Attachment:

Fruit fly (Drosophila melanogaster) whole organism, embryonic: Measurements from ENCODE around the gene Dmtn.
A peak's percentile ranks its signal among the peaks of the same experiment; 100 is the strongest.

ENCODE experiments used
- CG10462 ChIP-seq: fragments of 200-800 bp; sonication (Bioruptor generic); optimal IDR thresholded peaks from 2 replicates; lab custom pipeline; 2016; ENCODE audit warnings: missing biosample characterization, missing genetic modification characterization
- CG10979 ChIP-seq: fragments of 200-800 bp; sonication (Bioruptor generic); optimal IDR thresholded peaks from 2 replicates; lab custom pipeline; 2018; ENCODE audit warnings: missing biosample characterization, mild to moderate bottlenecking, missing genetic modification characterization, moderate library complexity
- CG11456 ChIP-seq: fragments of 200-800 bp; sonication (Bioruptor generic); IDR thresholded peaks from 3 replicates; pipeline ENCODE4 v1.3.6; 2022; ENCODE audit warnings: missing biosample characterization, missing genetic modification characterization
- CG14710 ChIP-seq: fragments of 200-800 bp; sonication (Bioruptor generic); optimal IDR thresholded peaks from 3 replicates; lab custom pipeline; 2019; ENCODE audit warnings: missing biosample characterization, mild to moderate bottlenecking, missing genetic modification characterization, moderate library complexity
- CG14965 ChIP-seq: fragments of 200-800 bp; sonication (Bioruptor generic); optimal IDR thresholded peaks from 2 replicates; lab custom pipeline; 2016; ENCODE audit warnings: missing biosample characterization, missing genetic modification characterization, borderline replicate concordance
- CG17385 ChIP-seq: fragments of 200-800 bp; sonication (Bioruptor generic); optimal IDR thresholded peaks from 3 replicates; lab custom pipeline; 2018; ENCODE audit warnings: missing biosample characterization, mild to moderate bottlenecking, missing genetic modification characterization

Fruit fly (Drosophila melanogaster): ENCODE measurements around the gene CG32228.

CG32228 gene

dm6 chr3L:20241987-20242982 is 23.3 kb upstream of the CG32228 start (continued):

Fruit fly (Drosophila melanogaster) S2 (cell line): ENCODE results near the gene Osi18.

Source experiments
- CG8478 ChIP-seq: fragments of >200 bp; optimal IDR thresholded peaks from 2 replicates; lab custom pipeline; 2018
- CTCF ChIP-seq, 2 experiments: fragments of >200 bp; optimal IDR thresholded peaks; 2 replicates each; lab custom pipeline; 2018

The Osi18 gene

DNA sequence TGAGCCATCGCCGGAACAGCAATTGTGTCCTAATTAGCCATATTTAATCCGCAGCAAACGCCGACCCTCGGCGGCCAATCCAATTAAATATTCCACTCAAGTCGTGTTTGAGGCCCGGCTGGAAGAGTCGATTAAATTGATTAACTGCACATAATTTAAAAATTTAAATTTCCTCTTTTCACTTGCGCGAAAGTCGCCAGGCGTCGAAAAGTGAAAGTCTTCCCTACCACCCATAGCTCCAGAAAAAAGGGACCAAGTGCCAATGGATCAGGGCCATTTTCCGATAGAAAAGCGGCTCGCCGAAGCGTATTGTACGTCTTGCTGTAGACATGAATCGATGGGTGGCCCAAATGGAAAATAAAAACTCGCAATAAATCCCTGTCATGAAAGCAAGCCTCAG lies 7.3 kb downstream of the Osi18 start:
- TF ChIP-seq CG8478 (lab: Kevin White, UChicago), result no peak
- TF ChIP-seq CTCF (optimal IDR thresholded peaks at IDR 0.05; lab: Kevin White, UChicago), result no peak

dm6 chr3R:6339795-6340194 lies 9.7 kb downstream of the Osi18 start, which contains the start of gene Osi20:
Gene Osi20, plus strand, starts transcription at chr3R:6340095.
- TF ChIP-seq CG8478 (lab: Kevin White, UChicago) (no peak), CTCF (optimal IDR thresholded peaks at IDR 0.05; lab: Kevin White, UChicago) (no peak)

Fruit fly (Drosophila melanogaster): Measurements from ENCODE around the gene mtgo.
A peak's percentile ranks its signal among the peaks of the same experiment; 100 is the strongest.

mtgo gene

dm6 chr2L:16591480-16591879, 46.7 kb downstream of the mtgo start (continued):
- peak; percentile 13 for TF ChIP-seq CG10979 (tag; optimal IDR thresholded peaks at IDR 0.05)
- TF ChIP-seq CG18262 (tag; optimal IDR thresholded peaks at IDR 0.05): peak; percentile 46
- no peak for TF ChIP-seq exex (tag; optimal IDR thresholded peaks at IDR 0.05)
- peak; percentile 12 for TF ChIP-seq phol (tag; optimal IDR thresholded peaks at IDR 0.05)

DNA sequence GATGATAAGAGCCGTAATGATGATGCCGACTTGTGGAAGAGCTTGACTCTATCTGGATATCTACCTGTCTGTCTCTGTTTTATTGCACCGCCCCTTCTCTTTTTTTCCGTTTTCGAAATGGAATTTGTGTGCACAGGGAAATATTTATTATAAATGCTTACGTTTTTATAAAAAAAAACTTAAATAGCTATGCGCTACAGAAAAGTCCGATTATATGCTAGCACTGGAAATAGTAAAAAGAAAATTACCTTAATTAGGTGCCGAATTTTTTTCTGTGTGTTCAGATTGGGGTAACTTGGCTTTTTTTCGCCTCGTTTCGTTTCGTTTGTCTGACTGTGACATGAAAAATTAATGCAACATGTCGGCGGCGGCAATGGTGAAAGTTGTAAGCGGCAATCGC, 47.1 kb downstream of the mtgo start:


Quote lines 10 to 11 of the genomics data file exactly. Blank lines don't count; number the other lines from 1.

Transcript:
Fruit fly (Drosophila melanogaster): ENCODE measurements around the gene CG32228.

CG32228 gene